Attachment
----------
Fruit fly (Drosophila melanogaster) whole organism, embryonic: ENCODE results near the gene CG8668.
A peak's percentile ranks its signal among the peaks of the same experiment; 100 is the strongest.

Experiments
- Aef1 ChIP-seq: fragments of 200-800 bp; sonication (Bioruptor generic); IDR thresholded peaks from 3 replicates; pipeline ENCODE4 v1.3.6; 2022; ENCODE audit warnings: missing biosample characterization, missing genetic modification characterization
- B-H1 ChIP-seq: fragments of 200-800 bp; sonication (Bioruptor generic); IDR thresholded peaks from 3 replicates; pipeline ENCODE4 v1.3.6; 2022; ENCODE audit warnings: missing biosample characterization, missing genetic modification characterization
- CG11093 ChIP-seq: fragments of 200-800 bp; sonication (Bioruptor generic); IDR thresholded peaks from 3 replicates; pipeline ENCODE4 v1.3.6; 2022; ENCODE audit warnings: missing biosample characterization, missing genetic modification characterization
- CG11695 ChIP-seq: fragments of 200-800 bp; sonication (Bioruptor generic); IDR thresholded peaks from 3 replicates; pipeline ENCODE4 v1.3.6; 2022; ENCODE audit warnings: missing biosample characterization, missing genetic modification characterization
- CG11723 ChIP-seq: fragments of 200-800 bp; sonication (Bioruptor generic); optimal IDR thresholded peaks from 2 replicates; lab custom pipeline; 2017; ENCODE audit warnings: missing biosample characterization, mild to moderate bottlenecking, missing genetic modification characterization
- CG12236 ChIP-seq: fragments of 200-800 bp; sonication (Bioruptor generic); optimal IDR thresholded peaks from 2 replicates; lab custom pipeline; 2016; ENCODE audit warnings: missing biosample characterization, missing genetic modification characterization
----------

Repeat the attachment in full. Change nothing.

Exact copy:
Fruit fly (Drosophila melanogaster) whole organism, embryonic: ENCODE results near the gene CG8668.
A peak's percentile ranks its signal among the peaks of the same experiment; 100 is the strongest.

Experiments
- Aef1 ChIP-seq: fragments of 200-800 bp; sonication (Bioruptor generic); IDR thresholded peaks from 3 replicates; pipeline ENCODE4 v1.3.6; 2022; ENCODE audit warnings: missing biosample characterization, missing genetic modification characterization
- B-H1 ChIP-seq: fragments of 200-800 bp; sonication (Bioruptor generic); IDR thresholded peaks from 3 replicates; pipeline ENCODE4 v1.3.6; 2022; ENCODE audit warnings: missing biosample characterization, missing genetic modification characterization
- CG11093 ChIP-seq: fragments of 200-800 bp; sonication (Bioruptor generic); IDR thresholded peaks from 3 replicates; pipeline ENCODE4 v1.3.6; 2022; ENCODE audit warnings: missing biosample characterization, missing genetic modification characterization
- CG11695 ChIP-seq: fragments of 200-800 bp; sonication (Bioruptor generic); IDR thresholded peaks from 3 replicates; pipeline ENCODE4 v1.3.6; 2022; ENCODE audit warnings: missing biosample characterization, missing genetic modification characterization
- CG11723 ChIP-seq: fragments of 200-800 bp; sonication (Bioruptor generic); optimal IDR thresholded peaks from 2 replicates; lab custom pipeline; 2017; ENCODE audit warnings: missing biosample characterization, mild to moderate bottlenecking, missing genetic modification characterization
- CG12236 ChIP-seq: fragments of 200-800 bp; sonication (Bioruptor generic); optimal IDR thresholded peaks from 2 replicates; lab custom pipeline; 2016; ENCODE audit warnings: missing biosample characterization, missing genetic modification characterization